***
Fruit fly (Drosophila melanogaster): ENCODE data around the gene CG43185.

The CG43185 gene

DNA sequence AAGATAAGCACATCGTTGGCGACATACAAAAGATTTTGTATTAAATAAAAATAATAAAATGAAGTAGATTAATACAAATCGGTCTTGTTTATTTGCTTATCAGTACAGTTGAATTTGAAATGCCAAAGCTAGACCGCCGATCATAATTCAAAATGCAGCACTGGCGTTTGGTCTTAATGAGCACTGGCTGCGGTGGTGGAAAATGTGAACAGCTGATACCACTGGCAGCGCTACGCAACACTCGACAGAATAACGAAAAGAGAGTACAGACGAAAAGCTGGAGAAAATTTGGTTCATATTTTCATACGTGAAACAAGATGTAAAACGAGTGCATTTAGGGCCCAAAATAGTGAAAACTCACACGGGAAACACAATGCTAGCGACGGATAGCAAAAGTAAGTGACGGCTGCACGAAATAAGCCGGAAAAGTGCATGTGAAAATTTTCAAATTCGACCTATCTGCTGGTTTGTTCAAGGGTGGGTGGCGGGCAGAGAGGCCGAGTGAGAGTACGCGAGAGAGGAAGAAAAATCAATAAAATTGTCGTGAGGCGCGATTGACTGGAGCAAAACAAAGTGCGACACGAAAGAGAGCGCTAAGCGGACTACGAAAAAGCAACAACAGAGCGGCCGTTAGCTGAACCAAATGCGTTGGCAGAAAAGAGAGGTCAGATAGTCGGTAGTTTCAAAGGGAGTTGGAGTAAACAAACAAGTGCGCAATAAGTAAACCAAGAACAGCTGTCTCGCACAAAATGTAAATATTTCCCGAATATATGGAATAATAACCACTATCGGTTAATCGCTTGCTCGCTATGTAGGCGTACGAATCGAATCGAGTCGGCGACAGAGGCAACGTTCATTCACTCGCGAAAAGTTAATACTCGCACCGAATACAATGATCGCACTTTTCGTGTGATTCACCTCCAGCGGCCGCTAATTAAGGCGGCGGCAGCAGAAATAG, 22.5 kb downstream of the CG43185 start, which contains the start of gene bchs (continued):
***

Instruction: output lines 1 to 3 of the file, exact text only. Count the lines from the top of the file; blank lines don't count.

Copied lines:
Fruit fly (Drosophila melanogaster): ENCODE data around the gene CG43185.

The CG43185 gene

DNA sequence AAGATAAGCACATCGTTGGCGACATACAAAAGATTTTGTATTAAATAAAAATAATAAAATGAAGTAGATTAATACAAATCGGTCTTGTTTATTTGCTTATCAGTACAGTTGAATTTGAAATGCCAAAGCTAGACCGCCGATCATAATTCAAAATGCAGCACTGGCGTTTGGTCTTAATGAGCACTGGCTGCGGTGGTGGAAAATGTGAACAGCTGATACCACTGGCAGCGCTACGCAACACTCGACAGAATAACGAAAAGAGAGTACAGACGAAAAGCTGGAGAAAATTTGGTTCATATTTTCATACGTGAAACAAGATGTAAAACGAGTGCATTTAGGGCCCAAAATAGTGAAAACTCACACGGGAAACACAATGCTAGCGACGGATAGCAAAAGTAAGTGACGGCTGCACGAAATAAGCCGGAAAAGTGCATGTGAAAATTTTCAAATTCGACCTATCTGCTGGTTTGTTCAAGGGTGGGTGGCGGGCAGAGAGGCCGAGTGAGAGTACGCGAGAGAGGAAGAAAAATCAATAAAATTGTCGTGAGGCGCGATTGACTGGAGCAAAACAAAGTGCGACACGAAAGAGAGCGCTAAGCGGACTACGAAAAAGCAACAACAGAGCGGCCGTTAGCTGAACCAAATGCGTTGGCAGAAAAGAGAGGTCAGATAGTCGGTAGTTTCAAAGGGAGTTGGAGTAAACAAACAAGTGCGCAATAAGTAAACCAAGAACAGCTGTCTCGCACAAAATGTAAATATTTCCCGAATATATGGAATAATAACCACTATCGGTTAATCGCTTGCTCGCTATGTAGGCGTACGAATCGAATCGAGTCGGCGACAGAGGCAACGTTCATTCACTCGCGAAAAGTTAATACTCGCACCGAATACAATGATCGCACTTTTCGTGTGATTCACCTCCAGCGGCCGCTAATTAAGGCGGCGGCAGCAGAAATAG, 22.5 kb downstream of the CG43185 start, which contains the start of gene bchs (continued):